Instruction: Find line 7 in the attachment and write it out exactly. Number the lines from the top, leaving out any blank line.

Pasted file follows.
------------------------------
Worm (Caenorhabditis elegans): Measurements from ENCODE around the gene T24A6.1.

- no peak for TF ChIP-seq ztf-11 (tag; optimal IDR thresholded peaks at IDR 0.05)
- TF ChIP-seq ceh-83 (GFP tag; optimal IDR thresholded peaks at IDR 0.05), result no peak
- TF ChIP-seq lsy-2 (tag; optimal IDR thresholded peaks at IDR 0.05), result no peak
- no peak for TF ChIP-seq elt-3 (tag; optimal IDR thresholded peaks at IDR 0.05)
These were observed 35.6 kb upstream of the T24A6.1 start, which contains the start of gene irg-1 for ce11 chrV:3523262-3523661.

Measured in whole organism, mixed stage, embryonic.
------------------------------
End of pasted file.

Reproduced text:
Measured in whole organism, mixed stage, embryonic.